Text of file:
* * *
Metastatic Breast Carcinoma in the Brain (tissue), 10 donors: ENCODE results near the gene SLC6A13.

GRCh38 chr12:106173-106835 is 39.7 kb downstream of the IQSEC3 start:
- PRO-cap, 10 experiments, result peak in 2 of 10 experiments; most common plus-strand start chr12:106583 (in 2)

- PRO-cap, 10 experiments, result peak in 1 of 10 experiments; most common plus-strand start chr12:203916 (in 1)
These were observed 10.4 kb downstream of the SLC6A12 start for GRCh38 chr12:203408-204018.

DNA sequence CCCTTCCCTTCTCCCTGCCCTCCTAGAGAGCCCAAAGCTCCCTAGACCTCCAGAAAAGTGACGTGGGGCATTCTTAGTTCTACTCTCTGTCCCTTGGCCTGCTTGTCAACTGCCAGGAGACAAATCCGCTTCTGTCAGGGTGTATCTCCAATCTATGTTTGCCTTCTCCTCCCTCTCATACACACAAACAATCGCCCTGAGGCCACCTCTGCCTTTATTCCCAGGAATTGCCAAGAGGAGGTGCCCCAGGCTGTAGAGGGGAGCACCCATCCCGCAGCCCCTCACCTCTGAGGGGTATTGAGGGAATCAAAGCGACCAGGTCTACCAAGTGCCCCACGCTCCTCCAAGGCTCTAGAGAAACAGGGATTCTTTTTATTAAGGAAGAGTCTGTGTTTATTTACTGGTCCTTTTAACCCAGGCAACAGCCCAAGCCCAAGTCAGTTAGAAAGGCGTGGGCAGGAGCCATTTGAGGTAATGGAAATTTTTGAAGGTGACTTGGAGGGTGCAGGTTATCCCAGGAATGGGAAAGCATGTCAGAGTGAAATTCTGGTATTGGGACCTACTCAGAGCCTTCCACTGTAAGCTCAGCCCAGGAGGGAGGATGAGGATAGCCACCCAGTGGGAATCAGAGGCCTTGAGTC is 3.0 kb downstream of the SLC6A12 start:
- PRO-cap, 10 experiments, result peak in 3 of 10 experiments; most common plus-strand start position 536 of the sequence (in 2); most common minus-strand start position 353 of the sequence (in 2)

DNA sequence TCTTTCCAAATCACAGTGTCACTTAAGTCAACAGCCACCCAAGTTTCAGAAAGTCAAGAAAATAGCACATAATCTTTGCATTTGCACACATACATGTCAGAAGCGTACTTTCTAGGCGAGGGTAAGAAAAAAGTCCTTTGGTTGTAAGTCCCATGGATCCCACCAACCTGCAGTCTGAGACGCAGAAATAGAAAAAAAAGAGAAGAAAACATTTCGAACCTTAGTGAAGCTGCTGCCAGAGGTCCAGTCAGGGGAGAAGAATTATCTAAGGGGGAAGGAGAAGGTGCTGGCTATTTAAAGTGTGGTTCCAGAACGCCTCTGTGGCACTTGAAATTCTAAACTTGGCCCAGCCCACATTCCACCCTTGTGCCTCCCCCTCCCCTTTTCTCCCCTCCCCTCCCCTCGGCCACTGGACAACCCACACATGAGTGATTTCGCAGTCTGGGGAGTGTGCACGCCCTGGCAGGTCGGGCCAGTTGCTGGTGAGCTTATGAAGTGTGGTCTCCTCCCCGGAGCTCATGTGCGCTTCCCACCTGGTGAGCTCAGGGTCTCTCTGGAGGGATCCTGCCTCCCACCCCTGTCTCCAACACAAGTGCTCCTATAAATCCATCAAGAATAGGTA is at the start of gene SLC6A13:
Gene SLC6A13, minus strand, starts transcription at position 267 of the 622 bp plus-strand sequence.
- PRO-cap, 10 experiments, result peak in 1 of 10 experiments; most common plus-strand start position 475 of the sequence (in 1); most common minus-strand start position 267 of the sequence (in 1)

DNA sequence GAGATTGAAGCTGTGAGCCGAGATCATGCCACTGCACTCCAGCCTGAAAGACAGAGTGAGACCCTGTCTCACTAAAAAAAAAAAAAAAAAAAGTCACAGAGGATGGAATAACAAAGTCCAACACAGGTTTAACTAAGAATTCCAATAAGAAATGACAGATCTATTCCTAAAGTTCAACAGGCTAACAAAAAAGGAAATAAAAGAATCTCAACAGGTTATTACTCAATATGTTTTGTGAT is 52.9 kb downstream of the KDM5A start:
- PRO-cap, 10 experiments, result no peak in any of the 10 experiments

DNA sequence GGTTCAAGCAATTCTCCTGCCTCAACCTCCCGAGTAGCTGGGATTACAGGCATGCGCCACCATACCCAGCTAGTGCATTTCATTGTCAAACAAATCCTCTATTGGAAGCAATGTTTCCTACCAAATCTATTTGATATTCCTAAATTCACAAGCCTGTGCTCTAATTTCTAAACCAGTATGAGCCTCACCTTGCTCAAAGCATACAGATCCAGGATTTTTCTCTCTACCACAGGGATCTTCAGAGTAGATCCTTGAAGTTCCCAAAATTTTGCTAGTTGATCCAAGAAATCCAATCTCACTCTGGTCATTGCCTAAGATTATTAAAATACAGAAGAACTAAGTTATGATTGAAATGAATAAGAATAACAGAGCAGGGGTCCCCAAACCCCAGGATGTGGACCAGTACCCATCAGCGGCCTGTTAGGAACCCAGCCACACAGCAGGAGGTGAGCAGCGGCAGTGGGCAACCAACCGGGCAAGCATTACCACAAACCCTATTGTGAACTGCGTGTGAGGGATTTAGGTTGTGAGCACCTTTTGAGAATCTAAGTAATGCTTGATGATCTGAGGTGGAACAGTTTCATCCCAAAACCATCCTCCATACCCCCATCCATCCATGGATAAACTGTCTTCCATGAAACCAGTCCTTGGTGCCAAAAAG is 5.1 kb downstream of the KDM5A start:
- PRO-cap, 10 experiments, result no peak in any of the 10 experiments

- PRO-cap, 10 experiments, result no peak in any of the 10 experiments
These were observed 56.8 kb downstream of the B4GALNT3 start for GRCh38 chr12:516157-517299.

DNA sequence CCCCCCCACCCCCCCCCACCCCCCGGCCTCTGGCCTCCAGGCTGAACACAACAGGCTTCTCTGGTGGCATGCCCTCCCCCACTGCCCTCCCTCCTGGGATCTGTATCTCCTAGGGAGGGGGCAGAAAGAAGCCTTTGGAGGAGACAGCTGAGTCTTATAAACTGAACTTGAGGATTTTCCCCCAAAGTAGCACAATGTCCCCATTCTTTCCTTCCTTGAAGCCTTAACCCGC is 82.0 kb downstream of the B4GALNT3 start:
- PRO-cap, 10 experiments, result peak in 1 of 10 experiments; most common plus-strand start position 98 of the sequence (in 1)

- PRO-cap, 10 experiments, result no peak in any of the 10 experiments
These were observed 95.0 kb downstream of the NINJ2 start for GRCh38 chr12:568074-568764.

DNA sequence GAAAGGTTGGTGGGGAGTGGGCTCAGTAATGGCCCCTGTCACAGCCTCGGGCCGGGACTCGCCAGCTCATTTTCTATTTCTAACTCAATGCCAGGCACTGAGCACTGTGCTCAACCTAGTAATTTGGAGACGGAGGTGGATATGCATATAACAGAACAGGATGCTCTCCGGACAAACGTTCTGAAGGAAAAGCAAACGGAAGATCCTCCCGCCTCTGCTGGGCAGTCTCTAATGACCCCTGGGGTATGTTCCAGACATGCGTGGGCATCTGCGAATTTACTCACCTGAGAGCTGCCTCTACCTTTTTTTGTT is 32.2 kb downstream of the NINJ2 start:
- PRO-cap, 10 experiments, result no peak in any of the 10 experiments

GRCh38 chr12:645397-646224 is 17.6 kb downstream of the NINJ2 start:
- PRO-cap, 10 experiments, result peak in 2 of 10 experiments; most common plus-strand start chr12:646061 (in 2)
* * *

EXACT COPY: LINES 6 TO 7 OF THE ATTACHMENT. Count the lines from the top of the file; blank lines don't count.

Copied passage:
DNA sequence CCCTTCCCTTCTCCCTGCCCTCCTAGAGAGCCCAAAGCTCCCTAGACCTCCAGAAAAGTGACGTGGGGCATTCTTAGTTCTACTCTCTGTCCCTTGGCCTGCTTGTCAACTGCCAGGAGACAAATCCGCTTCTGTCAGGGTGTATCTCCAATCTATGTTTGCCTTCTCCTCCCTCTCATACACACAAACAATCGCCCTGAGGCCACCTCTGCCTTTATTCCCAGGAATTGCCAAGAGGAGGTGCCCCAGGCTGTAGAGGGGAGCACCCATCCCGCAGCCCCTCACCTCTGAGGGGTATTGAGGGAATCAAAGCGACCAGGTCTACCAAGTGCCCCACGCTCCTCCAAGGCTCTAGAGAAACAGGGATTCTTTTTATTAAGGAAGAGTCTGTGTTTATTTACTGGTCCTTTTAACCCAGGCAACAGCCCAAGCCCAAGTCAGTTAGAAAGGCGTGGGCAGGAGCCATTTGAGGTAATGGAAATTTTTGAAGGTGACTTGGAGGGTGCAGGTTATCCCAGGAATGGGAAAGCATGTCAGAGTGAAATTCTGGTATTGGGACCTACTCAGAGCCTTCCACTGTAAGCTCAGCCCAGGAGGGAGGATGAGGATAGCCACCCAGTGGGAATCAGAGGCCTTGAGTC is 3.0 kb downstream of the SLC6A12 start:
- PRO-cap, 10 experiments, result peak in 3 of 10 experiments; most common plus-strand start position 536 of the sequence (in 2); most common minus-strand start position 353 of the sequence (in 2)